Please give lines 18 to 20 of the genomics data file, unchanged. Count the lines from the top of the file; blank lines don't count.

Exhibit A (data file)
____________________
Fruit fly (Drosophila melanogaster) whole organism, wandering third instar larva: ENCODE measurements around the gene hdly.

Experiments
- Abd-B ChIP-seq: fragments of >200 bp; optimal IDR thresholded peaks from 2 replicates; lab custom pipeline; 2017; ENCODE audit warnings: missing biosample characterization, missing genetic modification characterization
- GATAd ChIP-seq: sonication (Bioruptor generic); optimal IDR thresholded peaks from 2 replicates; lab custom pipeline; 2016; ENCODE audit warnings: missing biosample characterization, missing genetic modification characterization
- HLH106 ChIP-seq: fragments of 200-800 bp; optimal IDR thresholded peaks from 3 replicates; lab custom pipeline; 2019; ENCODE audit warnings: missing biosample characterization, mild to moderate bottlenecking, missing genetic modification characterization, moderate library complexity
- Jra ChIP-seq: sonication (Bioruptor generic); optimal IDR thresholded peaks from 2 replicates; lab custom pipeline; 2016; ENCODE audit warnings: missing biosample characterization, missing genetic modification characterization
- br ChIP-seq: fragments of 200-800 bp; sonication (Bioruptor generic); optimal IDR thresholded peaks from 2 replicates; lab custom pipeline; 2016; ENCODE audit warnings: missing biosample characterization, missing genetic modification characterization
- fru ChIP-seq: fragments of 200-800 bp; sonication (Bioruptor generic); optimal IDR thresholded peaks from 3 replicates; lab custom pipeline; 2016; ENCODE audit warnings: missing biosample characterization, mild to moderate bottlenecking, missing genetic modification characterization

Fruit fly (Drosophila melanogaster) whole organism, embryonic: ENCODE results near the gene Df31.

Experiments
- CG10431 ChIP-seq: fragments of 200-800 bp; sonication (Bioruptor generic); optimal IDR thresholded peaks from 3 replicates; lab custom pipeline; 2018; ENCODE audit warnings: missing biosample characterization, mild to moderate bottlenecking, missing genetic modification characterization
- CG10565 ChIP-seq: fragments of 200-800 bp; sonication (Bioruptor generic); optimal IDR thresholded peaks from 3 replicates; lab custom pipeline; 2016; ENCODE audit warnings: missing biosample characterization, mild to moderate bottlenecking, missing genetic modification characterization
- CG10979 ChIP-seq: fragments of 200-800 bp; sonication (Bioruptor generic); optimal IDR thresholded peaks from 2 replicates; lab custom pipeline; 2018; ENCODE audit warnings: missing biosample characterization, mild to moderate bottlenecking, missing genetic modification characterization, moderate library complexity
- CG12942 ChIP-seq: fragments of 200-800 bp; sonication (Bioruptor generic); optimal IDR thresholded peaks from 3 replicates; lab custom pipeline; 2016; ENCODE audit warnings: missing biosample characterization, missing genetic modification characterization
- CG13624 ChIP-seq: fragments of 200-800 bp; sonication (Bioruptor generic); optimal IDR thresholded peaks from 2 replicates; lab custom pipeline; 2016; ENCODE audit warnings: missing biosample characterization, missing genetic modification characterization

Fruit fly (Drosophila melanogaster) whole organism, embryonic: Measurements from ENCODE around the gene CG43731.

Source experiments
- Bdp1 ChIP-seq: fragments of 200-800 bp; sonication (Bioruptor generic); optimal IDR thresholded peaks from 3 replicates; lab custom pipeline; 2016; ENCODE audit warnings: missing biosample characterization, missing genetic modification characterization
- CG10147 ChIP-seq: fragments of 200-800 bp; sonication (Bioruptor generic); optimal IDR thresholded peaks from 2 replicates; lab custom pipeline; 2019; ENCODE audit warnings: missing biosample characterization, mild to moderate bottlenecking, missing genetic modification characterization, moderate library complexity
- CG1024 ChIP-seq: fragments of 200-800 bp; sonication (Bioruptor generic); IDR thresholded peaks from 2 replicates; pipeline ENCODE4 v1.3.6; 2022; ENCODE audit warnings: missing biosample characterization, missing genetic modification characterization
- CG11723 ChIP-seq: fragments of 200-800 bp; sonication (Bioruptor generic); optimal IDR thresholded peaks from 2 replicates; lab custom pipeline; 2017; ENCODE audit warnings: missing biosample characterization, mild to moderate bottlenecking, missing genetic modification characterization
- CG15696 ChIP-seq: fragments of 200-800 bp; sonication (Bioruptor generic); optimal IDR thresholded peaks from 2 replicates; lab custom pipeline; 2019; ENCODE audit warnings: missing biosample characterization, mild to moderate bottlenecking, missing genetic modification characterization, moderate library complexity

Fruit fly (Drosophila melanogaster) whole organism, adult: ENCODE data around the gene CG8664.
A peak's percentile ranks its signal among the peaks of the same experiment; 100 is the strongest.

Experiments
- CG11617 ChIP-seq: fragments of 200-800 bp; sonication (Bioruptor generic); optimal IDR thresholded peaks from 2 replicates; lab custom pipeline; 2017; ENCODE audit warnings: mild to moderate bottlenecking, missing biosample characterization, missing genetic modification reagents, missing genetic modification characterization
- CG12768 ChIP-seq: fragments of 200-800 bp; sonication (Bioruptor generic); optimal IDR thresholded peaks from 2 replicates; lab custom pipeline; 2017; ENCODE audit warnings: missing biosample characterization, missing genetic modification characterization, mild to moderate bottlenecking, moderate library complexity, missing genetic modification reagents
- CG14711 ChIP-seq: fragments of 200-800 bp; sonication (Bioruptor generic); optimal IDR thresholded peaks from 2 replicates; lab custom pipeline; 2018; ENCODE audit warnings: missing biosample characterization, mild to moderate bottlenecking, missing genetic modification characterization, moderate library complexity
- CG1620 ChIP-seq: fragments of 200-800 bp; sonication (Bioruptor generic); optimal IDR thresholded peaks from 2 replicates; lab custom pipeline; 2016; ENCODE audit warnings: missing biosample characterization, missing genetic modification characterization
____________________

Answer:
- Bdp1 ChIP-seq: fragments of 200-800 bp; sonication (Bioruptor generic); optimal IDR thresholded peaks from 3 replicates; lab custom pipeline; 2016; ENCODE audit warnings: missing biosample characterization, missing genetic modification characterization
- CG10147 ChIP-seq: fragments of 200-800 bp; sonication (Bioruptor generic); optimal IDR thresholded peaks from 2 replicates; lab custom pipeline; 2019; ENCODE audit warnings: missing biosample characterization, mild to moderate bottlenecking, missing genetic modification characterization, moderate library complexity
- CG1024 ChIP-seq: fragments of 200-800 bp; sonication (Bioruptor generic); IDR thresholded peaks from 2 replicates; pipeline ENCODE4 v1.3.6; 2022; ENCODE audit warnings: missing biosample characterization, missing genetic modification characterization